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From David Clutterbuck: Building Your Mentor Pool

Successful mentoring programs may vary in format, length, and focus, but they all have one thing in common: a strong base of mentors. If you’re lucky, your program already has an abundance of great mentors. But if you think your mentoring pool could be improved, you’ll want to learn from Professor David Clutterbuck, a leading expert on mentoring, author of over 50 books, and founder of Clutterbuck Associates.

Recently, he walked us through the process of building and sustaining a strong base of mentors. Access the on-demand webinar here or read his expert advice below.

How to Choose Mentors?

Mentoring programs sometimes fall into the trap of not appointing mentors with enough care. This leads mentees to question the credibility of the program and can result in poor outcomes.

But what should you consider when selecting mentors? Well, for one, you should think carefully about the program’s purpose.

  • Is it to improve diversity?
  • To transition people who are entering their first management role?
  • To support recent college graduates?
  • Or something else entirely?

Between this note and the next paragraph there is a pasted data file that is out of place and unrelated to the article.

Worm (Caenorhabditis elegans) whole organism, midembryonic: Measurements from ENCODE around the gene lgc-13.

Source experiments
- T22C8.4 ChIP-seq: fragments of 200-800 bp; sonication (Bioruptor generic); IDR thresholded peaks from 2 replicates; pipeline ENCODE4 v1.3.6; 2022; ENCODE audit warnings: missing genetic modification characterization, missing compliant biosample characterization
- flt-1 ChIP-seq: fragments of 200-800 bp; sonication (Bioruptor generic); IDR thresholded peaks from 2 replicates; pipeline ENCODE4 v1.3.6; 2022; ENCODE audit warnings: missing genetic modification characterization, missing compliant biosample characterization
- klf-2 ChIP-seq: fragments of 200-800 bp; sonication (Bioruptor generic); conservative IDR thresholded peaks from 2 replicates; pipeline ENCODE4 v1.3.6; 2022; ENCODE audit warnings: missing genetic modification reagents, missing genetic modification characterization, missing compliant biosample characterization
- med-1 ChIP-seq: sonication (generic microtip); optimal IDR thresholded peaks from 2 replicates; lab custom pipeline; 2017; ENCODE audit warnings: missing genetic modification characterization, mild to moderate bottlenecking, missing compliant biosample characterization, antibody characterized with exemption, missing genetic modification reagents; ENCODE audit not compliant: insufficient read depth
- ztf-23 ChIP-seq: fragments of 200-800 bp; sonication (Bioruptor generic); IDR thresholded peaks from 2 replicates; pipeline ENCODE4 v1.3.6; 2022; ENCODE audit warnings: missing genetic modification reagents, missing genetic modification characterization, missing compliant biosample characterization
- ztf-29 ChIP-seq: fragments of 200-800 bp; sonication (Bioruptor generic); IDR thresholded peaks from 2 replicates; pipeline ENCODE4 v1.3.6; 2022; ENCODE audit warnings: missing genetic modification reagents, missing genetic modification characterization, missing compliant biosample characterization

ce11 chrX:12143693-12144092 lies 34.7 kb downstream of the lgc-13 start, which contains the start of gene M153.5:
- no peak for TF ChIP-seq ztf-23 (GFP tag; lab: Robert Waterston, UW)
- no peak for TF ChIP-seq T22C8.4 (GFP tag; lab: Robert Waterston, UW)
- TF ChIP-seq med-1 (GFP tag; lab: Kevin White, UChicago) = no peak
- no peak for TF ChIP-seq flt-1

Depending upon the outcome, decide what kind of skills you want the mentor to have – or to learn. For example, when it comes to diversity mentoring, mentors often gain just as much as their mentees. By having deep conversations with people from other cultures, they explore their own understandings. Choose people who would benefit from this.

It might seem intuitive to you to select mentors based upon subject expertise. While this is still beneficial for basic knowledge transfer, it often leads to shallow relationships. The real value in mentoring happens when people explore deeper issues such as identity, ethics, and career paths. Because mentors and mentees interact in a variety of different ways, go beyond subject expertise when you’re pairing people to ensure a good match.

What Makes a Great Mentor?

So you may have selected a pool of good mentors. But what makes a great mentor? Clutterbuck defines growth, humility, and self-awareness as just some of the traits great mentors need.